Setting up Airbyte ETL: Minimum Viable Data Stack Part II

In the first post in the Minimum Viable Data Stack series, we set up a process to start using SQL to analyze CSV data. We set up a Postgres database instance on a Mac personal computer, uploaded a CSV file, and wrote a query to analyze the data in the CSV file. 

That’s a good start! You could follow that pattern to do some interesting analysis on CSV files that wouldn’t fit in Excel or Google Sheets. But that pattern is slow and requires you to continually upload new data as new data becomes available. 

This post will demonstrate how to connect directly to a data source so that you can automatically load data as it becomes available.

This process is called ETL, short for Extract, Transform, Load. Put simply,  ETL just means, “connecting to a data source, structuring the data  in a way that it can be stored in database tables, and loading it into those tables.” There’s a lot more to it if you really want to get into it, but for our purposes, this is all you’ll need to know right now.

For this part of the tutorial, we are going to use an open-source ETL tool called Airbyte to connect to Hubspot and load some Contact data into the same Postgres database we set up before. Then we’ll run a couple of analytical queries to whet your appetite!

Setting up an ETL Tool (Airbyte)

I chose Airbyte for this demo because it is open source which means it’s free to use as long as you have a computer or a server to run it on. Much of it is based on the open-source work of another ETL tool called Stitch had been pushing before they got acquired by Talend. That project was called Singer.

The best thing about Airbyte for our Minimum Viable Data Stack is that they make running the open-source code so easy because it is packaged in yet another software framework called Docker. Yes, if you’re keeping score at home, that means we are using one open-source framework packaged in another open-source framework packaged in yet another open-source framework. Oh, the beauty of open-source!

To keep this tutorial manageable, I am going to completely “hand wave” the Docker setup. Luckily, it’s easy to do. Since this tutorial is for Mac, follow the Docker installation instructions for Mac.

🎵 Interlude music plays as you install Docker 🎵

Once you’ve installed Docker, you can run the Docker app which will then allow you to run apps called “containers.” Think of a container as “all the code and dependencies an app needs, packaged so you can basically just click start” (Instead of having to load all the individual dependencies one by one!)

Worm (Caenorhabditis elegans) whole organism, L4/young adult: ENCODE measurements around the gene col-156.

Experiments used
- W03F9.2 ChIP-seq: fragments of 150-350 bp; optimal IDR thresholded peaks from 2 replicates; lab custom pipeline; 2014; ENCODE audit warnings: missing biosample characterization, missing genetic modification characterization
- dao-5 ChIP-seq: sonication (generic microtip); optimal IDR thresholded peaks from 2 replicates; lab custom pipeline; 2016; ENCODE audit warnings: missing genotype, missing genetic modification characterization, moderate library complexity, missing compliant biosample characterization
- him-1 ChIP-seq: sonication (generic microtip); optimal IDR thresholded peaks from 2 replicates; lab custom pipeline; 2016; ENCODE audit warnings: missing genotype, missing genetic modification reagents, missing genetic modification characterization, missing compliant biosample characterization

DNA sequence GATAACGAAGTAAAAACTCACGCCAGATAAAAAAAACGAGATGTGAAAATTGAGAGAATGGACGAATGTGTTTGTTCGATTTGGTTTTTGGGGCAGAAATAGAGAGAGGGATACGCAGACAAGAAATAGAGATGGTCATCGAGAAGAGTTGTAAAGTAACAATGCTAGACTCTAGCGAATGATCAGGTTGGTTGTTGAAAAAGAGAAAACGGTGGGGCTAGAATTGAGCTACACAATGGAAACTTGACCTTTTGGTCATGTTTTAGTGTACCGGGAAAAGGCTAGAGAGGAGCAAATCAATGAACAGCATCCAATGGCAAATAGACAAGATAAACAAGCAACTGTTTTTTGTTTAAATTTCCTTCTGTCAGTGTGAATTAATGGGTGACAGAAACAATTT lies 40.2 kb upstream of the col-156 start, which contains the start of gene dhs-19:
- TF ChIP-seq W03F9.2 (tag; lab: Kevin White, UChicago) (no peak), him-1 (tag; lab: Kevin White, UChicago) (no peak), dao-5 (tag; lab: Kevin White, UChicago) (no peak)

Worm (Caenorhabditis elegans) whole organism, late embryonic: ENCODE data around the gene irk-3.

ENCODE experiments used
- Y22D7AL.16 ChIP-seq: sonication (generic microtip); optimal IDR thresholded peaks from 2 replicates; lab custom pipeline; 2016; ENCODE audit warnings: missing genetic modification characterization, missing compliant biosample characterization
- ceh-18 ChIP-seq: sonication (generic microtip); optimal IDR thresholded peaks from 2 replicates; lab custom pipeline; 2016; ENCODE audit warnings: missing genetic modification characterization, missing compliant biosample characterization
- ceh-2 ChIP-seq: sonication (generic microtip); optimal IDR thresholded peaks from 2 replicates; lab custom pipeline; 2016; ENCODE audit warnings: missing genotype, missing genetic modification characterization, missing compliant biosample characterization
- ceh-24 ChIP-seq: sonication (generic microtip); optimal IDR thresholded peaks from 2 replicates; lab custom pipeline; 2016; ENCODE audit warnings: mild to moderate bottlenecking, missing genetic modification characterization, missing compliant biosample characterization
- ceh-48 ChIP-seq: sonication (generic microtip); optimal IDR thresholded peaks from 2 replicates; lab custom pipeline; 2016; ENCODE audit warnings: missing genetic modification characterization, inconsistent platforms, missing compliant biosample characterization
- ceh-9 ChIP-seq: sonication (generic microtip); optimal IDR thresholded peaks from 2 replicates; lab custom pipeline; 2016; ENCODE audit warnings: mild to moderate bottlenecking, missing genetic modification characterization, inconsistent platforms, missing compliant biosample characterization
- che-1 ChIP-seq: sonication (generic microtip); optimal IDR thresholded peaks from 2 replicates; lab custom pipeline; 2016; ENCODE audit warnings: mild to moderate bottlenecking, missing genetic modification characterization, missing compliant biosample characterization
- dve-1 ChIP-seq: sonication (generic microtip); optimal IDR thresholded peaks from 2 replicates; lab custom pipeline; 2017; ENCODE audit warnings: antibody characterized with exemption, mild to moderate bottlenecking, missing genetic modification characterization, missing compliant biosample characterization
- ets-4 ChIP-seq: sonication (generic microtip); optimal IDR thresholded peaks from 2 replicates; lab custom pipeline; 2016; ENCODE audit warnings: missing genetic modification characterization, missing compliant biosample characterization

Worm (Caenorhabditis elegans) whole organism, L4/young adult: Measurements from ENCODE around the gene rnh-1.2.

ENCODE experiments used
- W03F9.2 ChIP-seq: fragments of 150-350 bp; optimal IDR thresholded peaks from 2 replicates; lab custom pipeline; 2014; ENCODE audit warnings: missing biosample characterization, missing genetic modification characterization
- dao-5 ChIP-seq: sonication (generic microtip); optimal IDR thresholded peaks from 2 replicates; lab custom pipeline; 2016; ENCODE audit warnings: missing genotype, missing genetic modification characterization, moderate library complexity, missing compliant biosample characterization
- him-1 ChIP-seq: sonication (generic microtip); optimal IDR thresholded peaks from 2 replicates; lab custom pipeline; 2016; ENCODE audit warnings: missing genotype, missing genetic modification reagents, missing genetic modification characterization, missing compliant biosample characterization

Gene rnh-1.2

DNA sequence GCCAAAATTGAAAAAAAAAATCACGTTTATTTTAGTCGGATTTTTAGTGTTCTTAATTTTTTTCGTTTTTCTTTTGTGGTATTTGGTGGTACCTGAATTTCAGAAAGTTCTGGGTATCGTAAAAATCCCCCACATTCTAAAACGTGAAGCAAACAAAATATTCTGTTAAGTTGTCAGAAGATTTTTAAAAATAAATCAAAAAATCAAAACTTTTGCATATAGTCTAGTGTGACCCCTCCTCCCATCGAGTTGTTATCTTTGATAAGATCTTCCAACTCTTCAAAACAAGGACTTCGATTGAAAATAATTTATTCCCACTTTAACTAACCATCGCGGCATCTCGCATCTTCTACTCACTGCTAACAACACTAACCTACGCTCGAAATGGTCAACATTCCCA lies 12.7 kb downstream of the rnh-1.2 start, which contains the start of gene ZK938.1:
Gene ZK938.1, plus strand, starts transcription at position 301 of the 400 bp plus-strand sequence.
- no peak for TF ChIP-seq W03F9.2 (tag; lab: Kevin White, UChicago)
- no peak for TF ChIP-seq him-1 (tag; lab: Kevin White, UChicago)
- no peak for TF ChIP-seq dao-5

Setting up Docker

We’re only going to download and run one app on Docker: Airbyte! 

Note: If you need help on the next few steps, Airbyte has a Slack community that is really helpful.

To download Airbyte the instructions are simple. Just open up your terminal (you can find this by using Mac’s spotlight search [cmd+space] and typing in “Terminal”). In the terminal just paste in the following three commands:

git clone https://github.com/airbytehq/airbyte.git
cd airbyte
docker-compose up

The commands tell your computer to copy all the code from their Github repository to your computer into a folder called “airbyte”, then “cd” aka “changing the directory” to the “airbyte” directory, then tell  Docker to run the Airbyte app container.

The beauty of this is that once you run this the first time from the command line, you can start Airbyte from the Docker UI by just clicking the “play” button.

Installing Airbyte via the command line

Airbyte will do a bit of setup and then your terminal will display the text shown above. At that point Airbyte is running on your computer and to use it, all you have to do is open your browser and go to http://localhost:8000

If you’re wondering how this works, Airbyte is running a webserver to provide a web interface to interact with the code that does all the heavy-ETL-lifting. If this were a common ETL tool like Stitch or Fivetran, the webserver and the ETL processes would run on an actual server instead of your personal computer.

If everything has gone according to plan you can go to  http://localhost:8000 and see the Airbyte app UI running and ready to start ETL-ing!

Setting up the Posgress connection in Airbyte

Setting up your first ETL job (Hubspot to Postgres)

I’ll admit, that last part got a little gruesome but don’t worry, it gets easier from here (as long as everything goes according to plan…)

From here we have to connect both our database and data sources to Airbyte so it has access to the source data and permission to write to the database.

I’ve chosen to load data from Hubspot because it is really easy to connect and because it shows the ups and downs of ETL… And of course, we’re still using Postgres.